Around The World Voyage : Commentary
We're back online! Today is Monday (your Sunday) on the Atoll of Majuro.
What can I say about our time here? We have experienced nothing but generosity and kindness from the people of this beautiful and fascinating atoll from the moment we first made contact. As we approached our anchorage, we were met by Ben Chutaro, a local who couldn't have been nicer. Ben had heard from someone in Hawaii that we were coming to his island and went beyond the call of duty to make our stay as hospitable as possible. He started by bringing Dave ashore to help clear customs with a rep from the Port Authority. Since it was pouring rain, the group handled the paperwork from the comfort of Ben's car. Twenty minutes later, the group had finished and Dave was back on board. (From previous experience, clearing customs can take up to half a day!) From there, Ben acted as our tour guide, chauffeur and activities director. A native of Majuro, (who was schooled in the States), Ben is very active in trying to develop the tourist trade on Majuro and the outer atolls. It's a beautiful, interesting place - a stop I recommend to anyone but don't expect to find something like Hawaii. Instead, you'll find Majuro is a locale in its natural state with natives who are true to the island life.
now Ben is focusing on building a small Marina with moorings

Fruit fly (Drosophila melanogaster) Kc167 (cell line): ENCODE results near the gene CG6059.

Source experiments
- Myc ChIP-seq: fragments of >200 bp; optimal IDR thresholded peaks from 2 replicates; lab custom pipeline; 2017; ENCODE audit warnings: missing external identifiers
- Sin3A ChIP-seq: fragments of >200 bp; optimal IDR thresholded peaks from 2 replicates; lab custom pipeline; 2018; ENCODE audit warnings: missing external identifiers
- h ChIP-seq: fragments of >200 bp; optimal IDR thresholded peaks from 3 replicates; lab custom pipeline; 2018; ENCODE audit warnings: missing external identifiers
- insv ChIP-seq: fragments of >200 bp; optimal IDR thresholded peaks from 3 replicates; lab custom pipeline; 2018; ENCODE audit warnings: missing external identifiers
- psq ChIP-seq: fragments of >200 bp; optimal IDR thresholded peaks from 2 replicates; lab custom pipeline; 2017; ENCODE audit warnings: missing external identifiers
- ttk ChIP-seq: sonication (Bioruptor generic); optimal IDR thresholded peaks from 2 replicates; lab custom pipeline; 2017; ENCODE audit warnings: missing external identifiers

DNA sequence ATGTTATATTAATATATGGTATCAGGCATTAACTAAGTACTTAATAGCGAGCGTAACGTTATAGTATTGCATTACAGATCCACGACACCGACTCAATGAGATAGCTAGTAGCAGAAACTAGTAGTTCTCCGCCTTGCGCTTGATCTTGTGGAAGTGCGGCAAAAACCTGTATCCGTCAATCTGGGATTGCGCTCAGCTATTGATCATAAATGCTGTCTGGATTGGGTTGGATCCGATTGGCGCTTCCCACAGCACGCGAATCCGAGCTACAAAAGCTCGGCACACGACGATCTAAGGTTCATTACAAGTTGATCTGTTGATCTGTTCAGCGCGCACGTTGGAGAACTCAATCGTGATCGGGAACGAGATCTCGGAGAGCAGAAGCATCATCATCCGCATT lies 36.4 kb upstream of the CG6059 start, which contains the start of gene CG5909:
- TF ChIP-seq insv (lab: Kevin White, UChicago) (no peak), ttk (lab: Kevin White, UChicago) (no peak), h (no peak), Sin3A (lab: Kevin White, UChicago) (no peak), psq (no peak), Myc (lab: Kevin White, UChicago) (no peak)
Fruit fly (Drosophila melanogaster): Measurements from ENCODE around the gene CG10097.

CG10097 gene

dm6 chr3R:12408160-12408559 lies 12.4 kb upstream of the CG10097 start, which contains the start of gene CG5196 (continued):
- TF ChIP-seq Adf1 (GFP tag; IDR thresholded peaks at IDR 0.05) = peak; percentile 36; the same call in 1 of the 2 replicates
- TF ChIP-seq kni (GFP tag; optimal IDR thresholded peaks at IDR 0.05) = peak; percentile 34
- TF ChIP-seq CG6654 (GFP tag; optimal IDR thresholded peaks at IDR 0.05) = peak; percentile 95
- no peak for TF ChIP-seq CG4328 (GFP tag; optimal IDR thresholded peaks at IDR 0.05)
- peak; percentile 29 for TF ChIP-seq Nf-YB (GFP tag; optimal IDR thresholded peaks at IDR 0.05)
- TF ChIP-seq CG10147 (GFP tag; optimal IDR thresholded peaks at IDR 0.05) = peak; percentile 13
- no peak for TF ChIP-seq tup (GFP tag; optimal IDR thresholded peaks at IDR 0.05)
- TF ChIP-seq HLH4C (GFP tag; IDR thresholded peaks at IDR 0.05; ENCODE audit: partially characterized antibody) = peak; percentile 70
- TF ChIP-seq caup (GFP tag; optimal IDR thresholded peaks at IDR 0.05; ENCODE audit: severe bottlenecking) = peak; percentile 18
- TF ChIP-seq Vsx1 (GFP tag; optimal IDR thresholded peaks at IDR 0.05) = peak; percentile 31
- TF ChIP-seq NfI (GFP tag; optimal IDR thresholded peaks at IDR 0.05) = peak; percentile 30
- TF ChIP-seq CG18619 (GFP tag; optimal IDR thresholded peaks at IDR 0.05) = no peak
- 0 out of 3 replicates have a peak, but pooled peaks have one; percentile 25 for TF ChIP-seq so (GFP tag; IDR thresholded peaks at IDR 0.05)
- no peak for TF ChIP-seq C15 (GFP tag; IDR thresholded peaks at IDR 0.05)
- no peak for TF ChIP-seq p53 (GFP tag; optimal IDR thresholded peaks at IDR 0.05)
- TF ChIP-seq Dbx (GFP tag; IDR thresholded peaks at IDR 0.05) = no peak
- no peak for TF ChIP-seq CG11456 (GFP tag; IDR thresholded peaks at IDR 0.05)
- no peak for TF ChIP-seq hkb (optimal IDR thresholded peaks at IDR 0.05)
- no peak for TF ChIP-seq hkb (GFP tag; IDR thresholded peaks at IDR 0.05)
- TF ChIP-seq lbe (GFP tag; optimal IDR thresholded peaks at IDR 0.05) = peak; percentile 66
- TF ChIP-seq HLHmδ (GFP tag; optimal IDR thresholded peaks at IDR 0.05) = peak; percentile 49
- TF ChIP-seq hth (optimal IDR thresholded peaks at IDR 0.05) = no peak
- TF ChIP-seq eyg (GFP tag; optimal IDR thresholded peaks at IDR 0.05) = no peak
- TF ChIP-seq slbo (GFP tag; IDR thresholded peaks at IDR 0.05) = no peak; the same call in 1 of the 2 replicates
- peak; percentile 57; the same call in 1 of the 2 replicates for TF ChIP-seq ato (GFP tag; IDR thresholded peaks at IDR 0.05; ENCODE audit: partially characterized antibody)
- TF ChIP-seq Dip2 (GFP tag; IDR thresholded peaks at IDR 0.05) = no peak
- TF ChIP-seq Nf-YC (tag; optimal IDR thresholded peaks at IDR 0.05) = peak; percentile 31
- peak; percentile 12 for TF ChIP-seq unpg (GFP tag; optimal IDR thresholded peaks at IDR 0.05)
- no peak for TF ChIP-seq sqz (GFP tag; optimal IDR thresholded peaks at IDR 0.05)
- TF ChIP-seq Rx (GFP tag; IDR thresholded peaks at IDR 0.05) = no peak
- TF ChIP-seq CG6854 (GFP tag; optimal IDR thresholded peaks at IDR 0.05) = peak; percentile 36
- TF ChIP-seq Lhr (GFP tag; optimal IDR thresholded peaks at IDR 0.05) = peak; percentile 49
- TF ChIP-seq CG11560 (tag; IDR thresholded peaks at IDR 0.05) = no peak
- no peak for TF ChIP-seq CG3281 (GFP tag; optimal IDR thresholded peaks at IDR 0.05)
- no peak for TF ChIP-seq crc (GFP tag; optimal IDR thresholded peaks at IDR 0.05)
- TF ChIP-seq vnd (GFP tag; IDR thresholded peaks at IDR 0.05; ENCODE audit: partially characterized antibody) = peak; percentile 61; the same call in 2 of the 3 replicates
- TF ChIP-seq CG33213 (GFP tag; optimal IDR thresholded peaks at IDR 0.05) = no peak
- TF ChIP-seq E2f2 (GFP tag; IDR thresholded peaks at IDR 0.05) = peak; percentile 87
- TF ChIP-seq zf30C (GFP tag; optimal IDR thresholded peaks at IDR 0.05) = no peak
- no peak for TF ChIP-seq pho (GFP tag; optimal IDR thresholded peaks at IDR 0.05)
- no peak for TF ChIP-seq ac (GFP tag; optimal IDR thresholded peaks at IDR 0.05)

and slipways and accommodations for the yacht owners to work
on their boats. His company, B.C.I., also does custom charters
to the outer atolls (email address is email@example.com). Yesterday
Ben stopped by and presented Nordhavn with a "Current
and Wave Stick Chart" which is made out of bamboo and
sea shells. He told us that long ago, all the local villages
would designate a navigator and that person made up their
own chart. Now we have our own piece of the Majuro culture
to share with everyone back in California.
At I write this, Ben is helping Dave check out. Ben, I would like to say thank you from all of us at PAE for sharing yourself, your knowledge and your love of Majuro. It's people like you who make cruising an unforgettable experience. If anyone is planning on heading out this way, contact Ben on his e-mail. He'd love to hear from you.
So many more tales about our encounters with the locals One day we were pulled up the quay and as we loaded up on fuel, Nordhavn caught the interest of a couple of fellows named Scott Howe and Will Haworth. We invited them aboard and showed them around. Most gracious for the tour, they invited us to throw back a few beers. Being the good guys that we are and dutifully representing the U.S., we agreed and then it was down hill from there. That cooler seemed to have a never-ending supply of beer and we made the mistake of trying to keep pace with Scott and Will. (Never and I mean never try to keep up with a Kiwi.) It was really too much fun.
Later that afternoon Ben stopped by to take us ashore and watch the weigh-in for the local fish tournament. You can't believe the fishing here. A couple of the fish - one a Yellow Fin tuna, one a Marlin - were over a hundred pounds! While there, we happened upon Will and Scott and it started all over again (just kidding.) Both of these Kiwi's are very involved with the Sportfishing Club and they also run a company called "Billfish Chartering". Anyone looking to do some "real" fishing and enjoy the company of two of the funniest people you want to meet, should email them at firstname.lastname@example.org. From the crew of the Nordhavn thanks for the Billfish polo shirts, but especially for your friendship and the lessons on beer drinking - you two are still the masters!